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Ancient City Gates in Beijing

Nine ancient city gates for the inner Beijing where is Second Ring Road today. In days of yore, Beijing was consisted of an outer city and an inner city, with the imperial city (also known as Forbidden City, or the Former Imperial Palace) contained in the inner city. Altogether there were 20 city gates. Entering or exiting these gates by carts and horses was governed by hard-and-fast regulations.

Zhengyang Gate
The Zhengyang Gate (or South-Facing Gate, Zhengyangmen) is for the exclusive use of royal sedan chairs and carts to show the supremacy of the feudal monarchs. The gate stands to the south of Tiananmen Square; during the Ming and Qing dynasty it was the front gate of the inner city of Beijing. Built in 1419 or the 17th year of the Yongle Reign of the Ming dynasty, it is by far the only well preserved city gate tower in Beijing.

Xuanwu Gate
Aka the Gate of MIlitary Virtue (Xuanwumen), known in old days as Gate of Complaisant Rule, it was the gate for prison vans. Felons sentenced to death by decapitation were escorted through this gate to the executioner's ground at Caishikou south of the city.

Fucheng Gate
Or Mound Formed Gate (Fuchengmen). It was the gateway for coal transportation in the old days. In ancient times Beijing got its coal supplied from Mentougou on the western outskirt, and the Fucheng Gate was the only gateway for coal-shipping carts.

Xizhi Gate
Xizhi Gate (Xizhimen)s also called Straight West Gate. Known in the past as Gate of Peaceful Righteousness, the Xizhi Gate was for tanks transporting water from Yuquan Hill to the imperial city. At the time the emperors drank water from the Yuquan Hill to the imperial city. At the time the emperor drank water only from the Yuquan Hill.

Desheng Gate
Or Gate of Moral Triumph (Deshengmen). It was the gate through which the imperial army returned to the capital from an expedition.

Anding Gate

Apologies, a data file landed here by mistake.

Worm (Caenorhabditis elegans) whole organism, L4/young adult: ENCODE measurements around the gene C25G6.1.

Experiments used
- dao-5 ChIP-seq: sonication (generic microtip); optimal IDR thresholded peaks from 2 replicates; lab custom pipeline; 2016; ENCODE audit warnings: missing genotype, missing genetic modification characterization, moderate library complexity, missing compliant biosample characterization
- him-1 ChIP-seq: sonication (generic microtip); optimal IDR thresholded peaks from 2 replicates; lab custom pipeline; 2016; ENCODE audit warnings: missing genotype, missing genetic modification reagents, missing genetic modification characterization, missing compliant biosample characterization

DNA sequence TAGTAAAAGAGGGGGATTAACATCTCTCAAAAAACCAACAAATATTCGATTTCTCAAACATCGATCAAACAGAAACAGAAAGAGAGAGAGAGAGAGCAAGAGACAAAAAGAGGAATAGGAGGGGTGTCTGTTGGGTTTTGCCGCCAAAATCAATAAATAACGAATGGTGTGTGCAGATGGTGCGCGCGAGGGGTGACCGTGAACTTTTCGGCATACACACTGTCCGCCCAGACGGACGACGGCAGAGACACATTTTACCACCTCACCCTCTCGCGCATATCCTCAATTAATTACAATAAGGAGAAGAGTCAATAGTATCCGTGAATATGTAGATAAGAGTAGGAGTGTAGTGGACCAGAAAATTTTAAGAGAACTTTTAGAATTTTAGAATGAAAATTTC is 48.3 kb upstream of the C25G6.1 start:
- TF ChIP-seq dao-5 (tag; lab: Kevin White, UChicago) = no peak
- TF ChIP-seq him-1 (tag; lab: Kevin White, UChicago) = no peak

Or Gate of Peace and Stability (Andingmen). The Anding Gate was for carts transporting night soil out of the city. There is something symbolic about the name of this gate, which means Gate of Stability.

Dongzhi Gate
Literally called Gate of Worship of Benevolence (Dongzhimen), was opened exclusively for timber transportation. For this reason it is also known as Gateway of Firewood.

Chaoyang Gate
It is literally translated into Sun-Facing Gate, also known as Gate of Homogeneous Civilization. Chongwenmen was the city's passageway for grain transportation. That is why there were quite a few imperial granaries inside the gate. These included the Lumi Granary, the Nanmen Granary, and the Qianliang Granary.

Chongwen Gate
It is also called the Gate of Literary Virtue (Chongwenmen). Known otherwise as Hade (or Hada) Gate, it was the gateway through which liquor and wine were brought into the city.

There were seven gates for the outer city: Guangqu, Guang'an, Zuo'an, You'an, Dongbian, Xibian and Yongding. During the Ming, to protect south Beijing as a commercial and handicraft centre, the imperial court had planned for the construction of an outer city wall around the imperial city, but due to financial difficulties only part of the wall was erected in southern Beijing. Seven gates were opened into this wall for the convenient of local residents.

Access to the imperial city was by four gates, Tian'an, Di'an, Dong'an and Xi'an, which were for the exclusive use of officials and generals going to and from the imperial court. These gates were off limits to common people.

Few of these gates exist now, as most of them have been torn down, but their names have remained.

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